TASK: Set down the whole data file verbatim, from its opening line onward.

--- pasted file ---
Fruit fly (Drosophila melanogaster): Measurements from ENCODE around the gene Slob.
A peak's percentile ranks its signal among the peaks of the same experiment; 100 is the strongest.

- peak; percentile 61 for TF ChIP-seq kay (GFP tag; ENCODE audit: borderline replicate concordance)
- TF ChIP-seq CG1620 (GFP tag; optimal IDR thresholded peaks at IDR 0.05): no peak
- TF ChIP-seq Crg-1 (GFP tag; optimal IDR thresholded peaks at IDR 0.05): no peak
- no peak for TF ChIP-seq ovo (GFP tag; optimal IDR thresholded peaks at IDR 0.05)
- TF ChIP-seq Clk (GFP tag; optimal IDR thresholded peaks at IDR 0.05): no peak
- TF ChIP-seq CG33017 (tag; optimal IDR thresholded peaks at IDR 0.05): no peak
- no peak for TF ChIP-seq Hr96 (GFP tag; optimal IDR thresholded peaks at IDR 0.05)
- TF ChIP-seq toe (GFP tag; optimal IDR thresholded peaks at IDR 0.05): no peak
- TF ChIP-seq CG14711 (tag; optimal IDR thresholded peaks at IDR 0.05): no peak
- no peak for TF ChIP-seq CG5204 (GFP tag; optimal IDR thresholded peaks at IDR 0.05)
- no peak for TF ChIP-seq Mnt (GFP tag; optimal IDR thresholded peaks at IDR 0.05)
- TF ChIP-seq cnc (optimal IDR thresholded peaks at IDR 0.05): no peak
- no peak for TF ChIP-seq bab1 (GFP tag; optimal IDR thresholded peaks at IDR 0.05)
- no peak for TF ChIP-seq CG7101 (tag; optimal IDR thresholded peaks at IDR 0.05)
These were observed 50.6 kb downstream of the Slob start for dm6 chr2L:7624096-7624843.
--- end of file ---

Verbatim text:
Fruit fly (Drosophila melanogaster): Measurements from ENCODE around the gene Slob.
A peak's percentile ranks its signal among the peaks of the same experiment; 100 is the strongest.

- peak; percentile 61 for TF ChIP-seq kay (GFP tag; ENCODE audit: borderline replicate concordance)
- TF ChIP-seq CG1620 (GFP tag; optimal IDR thresholded peaks at IDR 0.05): no peak
- TF ChIP-seq Crg-1 (GFP tag; optimal IDR thresholded peaks at IDR 0.05): no peak
- no peak for TF ChIP-seq ovo (GFP tag; optimal IDR thresholded peaks at IDR 0.05)
- TF ChIP-seq Clk (GFP tag; optimal IDR thresholded peaks at IDR 0.05): no peak
- TF ChIP-seq CG33017 (tag; optimal IDR thresholded peaks at IDR 0.05): no peak
- no peak for TF ChIP-seq Hr96 (GFP tag; optimal IDR thresholded peaks at IDR 0.05)
- TF ChIP-seq toe (GFP tag; optimal IDR thresholded peaks at IDR 0.05): no peak
- TF ChIP-seq CG14711 (tag; optimal IDR thresholded peaks at IDR 0.05): no peak
- no peak for TF ChIP-seq CG5204 (GFP tag; optimal IDR thresholded peaks at IDR 0.05)
- no peak for TF ChIP-seq Mnt (GFP tag; optimal IDR thresholded peaks at IDR 0.05)
- TF ChIP-seq cnc (optimal IDR thresholded peaks at IDR 0.05): no peak
- no peak for TF ChIP-seq bab1 (GFP tag; optimal IDR thresholded peaks at IDR 0.05)
- no peak for TF ChIP-seq CG7101 (tag; optimal IDR thresholded peaks at IDR 0.05)
These were observed 50.6 kb downstream of the Slob start for dm6 chr2L:7624096-7624843.